Note to you advanced grad students and new psychologists navigating the job market: Pursue as many leads as possible. Underapplying is costly, and overapplying yields more choice.
That's the No. 1 piece of advice for psychology graduates seeking jobs in today's tight economic climate from Scott Plous, PhD, a psychology professor at Wesleyan University and executive director of the Social Psychology Network.
Psychology is relatively recession-proof, compared with such fields as law and finance, says Morgan Sammons, PhD, dean of the California School of Professional Psychology at Alliant International University. Still, with an economy in recovery and the unemployment rate hovering at 10 percent, it's a daunting time for anyone to enter the job market. Adding a few critical job-search skills to your repertoire can give psychology graduate students the edge they need, he says.
To give you that edge, we asked recent grads, psychology department heads and career counselors what you need to do to land the perfect position, whether you're gunning for a postdoc or professorship, joining a group practice or seeking a position in private industry.
Tap your university's resources, says Asia Eaton, PhD, a University of Chicago psychology graduate, who found the perfect postdoc thanks, in part, to her university's career center. That center can be a goldmine for books and articles on interviewing, writing your curriculum vitae and using other job search tools. Many universities also have a teaching and learning center where students pursuing an academic path can get help shaping their teaching philosophy, designing their teaching portfolios and practicing job talks. These centers also have lists of places to look for job postings, such as APA's PsycCareers.
Network. In tough economic times, "the more networking one can do, the better," says Julie Miller Vick, senior associate director at University of Pennsylvania's career services center. Grad students, she adds, are better connected than they realize. They know people in subspecialties, they've worked with postdocs, and they've met people at conferences and workshops. Keep track of these professional contacts and reach out to them as you begin your job search, she says. Social networking sites, like Facebook and Twitter, are an increasingly common way for students to let others know they are searching for jobs, adds Shannon Kelly, also of the University of Pennsylvania's career services center. "Social media is a path that all job seekers should consider, because the area is growing at an astronomically fast rate," she says. "It's another way to network and connect with individuals and companies that one may not have been able to [reach] before."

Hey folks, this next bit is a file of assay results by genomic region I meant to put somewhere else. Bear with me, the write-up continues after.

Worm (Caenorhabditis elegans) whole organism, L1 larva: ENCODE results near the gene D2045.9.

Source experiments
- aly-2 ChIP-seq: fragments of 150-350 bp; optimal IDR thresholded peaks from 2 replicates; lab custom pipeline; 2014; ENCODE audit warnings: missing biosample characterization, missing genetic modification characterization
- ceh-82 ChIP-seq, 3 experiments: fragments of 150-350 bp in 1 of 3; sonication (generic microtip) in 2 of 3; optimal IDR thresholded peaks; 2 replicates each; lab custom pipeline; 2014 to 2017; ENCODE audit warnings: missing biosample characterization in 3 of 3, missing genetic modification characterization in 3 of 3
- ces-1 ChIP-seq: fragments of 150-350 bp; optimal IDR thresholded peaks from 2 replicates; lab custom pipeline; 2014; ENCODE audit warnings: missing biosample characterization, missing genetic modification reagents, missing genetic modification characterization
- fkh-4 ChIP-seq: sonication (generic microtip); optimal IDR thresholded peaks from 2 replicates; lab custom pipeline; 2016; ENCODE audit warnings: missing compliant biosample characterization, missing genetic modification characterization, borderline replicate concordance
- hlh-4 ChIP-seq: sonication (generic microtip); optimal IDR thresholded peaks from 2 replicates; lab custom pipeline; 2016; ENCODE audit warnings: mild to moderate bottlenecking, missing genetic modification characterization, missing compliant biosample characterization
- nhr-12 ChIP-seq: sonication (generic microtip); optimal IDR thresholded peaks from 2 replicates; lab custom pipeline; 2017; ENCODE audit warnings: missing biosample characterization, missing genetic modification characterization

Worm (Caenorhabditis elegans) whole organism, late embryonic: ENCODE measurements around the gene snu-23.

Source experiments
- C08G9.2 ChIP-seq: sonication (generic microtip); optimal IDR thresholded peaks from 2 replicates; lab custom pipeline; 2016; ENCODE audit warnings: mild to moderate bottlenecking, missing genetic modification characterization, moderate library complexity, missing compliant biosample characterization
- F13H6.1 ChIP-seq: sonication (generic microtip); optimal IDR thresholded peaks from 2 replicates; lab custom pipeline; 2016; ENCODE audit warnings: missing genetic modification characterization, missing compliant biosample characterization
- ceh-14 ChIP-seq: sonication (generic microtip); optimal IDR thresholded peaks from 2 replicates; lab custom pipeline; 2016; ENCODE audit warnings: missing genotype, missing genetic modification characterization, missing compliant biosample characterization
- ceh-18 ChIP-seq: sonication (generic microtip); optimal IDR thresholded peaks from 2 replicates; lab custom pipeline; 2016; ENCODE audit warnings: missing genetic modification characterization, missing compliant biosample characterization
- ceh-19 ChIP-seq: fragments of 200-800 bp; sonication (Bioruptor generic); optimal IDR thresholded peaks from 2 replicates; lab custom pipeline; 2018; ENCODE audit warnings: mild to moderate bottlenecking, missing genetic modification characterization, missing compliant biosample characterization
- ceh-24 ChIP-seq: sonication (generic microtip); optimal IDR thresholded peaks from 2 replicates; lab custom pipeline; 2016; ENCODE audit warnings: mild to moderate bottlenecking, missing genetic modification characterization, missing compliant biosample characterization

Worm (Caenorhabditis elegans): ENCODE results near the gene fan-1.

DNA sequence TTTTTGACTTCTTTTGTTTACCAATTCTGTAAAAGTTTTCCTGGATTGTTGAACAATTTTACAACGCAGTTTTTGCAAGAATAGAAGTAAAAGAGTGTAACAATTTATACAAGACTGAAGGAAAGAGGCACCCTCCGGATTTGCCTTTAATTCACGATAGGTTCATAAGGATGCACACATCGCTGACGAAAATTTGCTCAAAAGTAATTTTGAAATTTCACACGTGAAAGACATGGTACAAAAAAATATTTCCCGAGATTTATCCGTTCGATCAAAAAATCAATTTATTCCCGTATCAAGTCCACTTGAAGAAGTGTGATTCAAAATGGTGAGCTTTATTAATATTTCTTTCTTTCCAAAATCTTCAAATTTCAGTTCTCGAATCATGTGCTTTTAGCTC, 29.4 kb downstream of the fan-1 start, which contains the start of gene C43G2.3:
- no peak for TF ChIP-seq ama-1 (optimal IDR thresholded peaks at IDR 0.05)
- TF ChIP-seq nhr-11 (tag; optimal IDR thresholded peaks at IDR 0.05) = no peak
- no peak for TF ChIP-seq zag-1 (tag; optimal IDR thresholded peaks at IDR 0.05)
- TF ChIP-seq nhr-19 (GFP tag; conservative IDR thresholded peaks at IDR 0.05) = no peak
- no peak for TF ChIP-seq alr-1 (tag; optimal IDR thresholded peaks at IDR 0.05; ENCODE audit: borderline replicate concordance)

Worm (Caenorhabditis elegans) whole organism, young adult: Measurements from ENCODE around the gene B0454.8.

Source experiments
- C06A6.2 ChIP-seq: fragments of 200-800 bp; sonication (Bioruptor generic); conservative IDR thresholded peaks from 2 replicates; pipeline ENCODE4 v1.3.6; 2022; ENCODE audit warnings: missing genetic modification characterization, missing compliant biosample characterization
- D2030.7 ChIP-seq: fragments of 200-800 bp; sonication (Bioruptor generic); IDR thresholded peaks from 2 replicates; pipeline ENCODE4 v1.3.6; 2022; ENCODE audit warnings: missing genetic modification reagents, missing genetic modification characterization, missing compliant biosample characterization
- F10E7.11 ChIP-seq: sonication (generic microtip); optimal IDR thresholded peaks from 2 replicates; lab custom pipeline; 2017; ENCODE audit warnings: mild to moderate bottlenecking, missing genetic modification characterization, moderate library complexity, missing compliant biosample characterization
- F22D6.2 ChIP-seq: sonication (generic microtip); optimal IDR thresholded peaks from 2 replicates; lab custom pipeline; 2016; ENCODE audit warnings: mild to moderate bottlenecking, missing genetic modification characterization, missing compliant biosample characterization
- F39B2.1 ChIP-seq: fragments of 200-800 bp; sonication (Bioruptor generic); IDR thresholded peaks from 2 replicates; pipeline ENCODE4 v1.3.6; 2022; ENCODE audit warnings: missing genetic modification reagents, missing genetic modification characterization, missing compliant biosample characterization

Be persistent. Check your favorite job sites every single day, maybe even several times a day, says Eaton. When a job comes up, apply immediately. "There were times I'd missed an opportunity to apply to something by a narrow margin," Eaton says. "The key is to search early and keep going at it every day."
Broaden your search. Even if you've always dreamed of an academic job, consider expanding your search to government or private industry, says Vick. "It's a tough market, and it's smart to think of something else you might also want to do," she says. Other options include extending your time to finish your doctorate, working on research or getting an adjunct teaching job. "There's no shame in getting a PhD and adjuncting for a year, or staying on for an additional year to do more research," Eaton says. "You build experience, you build your resume and it may help you become more marketable."
Don't take shortcuts. When you're applying to so many different positions, it may be tempting to send the same cover letter and CV to them all. But you're more likely to get a call if you take the time to research the organization and the position you're applying for and tailor your application to their needs, says Vick. "The job market is so competitive now that there's not any room for anybody to be—I hate to use the word—lazy," she says. If you do get an interview, that research will also serve you well when you demonstrate your knowledge and ask intelligent questions about the organization, Plous says.
In fact, rather than having a single CV or statement of purpose, Plous suggests having a folder of them. Applicants for a teaching position, for example, might consider moving their teaching experience higher up the page, whereas applicants for a research position might highlight research talks or publications, he says.
Look good on paper. Even graduate students who aren't going into research fields benefit from having publications on their CVs, so get involved in research and collaborate with productive professors, Sammons says. Employers are also impressed by students' involvement in advocacy and professional activities, such as APAGS or a state psychological association. If you helped pass a bill or served on a task force, say it—it shows leadership ability and teamwork, he says.
Be tough. To land a good job in psychology, "you don't need to be brilliant, you need to be resilient," Plous says. "If you fail at something or meet with rejection, it's fine to go home and take a break from work, but after ... pick yourself up, dust yourself off, and move on."
Jenny Marder is a writer in Washington, D.C.
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